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resources: Writing a Conflict of Interest Policy

Writing a Conflict of Interest Policy

Recent moves to legislate improved accountability in the nonprofit sector require that you should have a written conflict of interest policy.While the specific content has yet to be finalized, you might want to consider including the following:

A definition.What will you – and maybe more importantly, your community – consider a conflict of interest?Is it only something where a director has a potential for financial gain?

A written commitment to avoid conflicts of interest.Think about also including “potential and perceived” conflicts since “reality” is 9/10 perception.

An iteration of who is covered by the terms of the policy.Is it just the board, the board and staff, clients?
A requirement that people disclose any conflicts.If you included potential and/or perceived conflicts above, they would be included in this requirement for disclosure.

A clear statement of how and when disclosure should be made. Typically boards are requiring that everyone complete a written disclosure once a year and individuals actually facing a potential for conflict make a verbal disclosure at the time that is then noted in the minutes.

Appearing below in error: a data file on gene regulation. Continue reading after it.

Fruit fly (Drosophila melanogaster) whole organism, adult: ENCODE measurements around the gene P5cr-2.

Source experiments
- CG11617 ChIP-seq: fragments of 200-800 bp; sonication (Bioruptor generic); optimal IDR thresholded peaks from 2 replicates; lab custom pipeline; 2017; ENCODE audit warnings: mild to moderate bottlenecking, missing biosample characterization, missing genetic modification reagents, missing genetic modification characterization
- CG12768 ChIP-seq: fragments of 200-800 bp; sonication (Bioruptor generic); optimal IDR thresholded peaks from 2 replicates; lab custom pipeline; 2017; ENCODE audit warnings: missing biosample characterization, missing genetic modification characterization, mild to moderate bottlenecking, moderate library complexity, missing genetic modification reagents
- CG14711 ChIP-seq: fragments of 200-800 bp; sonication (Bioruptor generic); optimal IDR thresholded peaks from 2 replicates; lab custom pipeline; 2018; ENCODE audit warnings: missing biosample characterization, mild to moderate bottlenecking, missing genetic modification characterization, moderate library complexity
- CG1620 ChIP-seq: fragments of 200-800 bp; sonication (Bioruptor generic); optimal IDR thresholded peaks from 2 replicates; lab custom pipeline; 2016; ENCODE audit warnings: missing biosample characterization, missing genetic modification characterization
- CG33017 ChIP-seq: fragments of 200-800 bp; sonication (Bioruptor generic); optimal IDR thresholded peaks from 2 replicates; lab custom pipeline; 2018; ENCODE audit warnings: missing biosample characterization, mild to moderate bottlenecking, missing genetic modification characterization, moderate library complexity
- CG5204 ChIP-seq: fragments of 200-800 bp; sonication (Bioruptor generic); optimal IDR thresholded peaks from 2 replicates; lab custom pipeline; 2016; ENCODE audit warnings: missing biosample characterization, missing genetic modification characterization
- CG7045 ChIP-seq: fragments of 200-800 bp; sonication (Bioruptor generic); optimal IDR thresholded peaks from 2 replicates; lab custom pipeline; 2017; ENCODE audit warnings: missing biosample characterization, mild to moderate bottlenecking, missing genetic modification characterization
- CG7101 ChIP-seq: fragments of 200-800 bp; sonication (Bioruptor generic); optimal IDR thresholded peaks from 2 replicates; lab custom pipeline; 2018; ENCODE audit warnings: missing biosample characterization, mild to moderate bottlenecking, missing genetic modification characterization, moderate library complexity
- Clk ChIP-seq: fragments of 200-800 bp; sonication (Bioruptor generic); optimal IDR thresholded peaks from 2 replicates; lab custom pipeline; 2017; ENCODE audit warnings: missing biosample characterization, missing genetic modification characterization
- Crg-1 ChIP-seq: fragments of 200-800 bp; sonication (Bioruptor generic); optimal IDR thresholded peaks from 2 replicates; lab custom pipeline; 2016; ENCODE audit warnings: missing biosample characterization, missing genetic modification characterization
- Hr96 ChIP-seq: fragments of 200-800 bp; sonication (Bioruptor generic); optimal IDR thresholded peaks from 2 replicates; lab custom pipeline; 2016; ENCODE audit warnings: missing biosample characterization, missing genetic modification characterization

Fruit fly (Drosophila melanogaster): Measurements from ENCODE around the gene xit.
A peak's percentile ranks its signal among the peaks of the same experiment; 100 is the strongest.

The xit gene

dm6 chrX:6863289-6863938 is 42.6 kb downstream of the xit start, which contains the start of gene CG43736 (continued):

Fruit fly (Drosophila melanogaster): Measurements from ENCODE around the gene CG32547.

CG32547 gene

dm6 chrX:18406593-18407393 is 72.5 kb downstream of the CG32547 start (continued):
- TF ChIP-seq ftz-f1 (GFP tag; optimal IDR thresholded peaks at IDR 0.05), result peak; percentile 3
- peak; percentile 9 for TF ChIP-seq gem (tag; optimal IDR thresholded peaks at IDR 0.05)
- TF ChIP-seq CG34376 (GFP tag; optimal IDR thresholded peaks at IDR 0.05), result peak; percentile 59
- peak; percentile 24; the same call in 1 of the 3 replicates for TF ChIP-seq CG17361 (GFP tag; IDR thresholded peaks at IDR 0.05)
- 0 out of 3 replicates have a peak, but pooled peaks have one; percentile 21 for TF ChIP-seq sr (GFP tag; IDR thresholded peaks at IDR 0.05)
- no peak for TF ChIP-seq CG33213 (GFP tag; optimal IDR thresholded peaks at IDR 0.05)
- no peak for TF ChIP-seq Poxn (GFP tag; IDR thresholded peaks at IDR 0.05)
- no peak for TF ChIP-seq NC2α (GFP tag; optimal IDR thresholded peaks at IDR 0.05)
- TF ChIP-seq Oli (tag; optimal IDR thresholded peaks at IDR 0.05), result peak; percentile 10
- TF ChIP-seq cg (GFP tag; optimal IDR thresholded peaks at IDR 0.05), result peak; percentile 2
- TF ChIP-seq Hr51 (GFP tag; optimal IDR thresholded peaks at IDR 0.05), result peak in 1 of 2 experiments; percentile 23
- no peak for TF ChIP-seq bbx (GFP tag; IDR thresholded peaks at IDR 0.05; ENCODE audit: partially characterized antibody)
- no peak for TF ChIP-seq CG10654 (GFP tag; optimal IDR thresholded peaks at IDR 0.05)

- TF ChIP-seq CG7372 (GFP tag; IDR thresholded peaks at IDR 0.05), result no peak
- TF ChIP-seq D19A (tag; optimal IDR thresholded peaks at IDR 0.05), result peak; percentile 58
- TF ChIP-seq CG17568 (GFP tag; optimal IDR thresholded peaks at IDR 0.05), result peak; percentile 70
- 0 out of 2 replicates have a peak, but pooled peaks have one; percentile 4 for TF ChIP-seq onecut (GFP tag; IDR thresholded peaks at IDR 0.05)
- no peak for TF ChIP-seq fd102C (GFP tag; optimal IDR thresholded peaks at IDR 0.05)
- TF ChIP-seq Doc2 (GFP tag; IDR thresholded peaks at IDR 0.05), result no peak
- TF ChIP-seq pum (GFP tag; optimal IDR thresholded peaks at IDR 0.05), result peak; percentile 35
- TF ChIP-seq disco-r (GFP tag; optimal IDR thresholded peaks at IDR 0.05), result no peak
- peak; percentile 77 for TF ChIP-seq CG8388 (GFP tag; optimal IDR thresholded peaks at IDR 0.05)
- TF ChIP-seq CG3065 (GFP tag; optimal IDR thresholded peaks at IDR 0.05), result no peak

A clarification of instances where a director or other covered individual would be permitted to engage in business transactions with the organization.For instance, foundations are legally allowed to hire from within and pay reasonable compensation for services that are necessary to their operations such as legal and accounting services. However, if your organization chooses to go this route your policy statement should also include the conditions that would cover such an engagement, such as what is reasonable compensation and whether other bids must be entertained.

A statement of the protocols that must be followed if such defined business relationships will be permitted.For instance, a director might be expected to recuse him or herself from both discussions around the relevant topic and the voting, with note made of this in the board minutes.(Check out your state laws.This may currently be required.)

An assertion regarding confidentiality, e.g., that what is said in the boardroom will remain in the boardroom and/or that neither client records nor donor names will be “borrowed,” bartered or sold.

A commitment to review this policy at least annually.(It appears this item will be mandatory.)

An indication of to whom the implementation of this policy will fall, e.g., the governance committee.

 

 

 
 

 

updated 10/23/07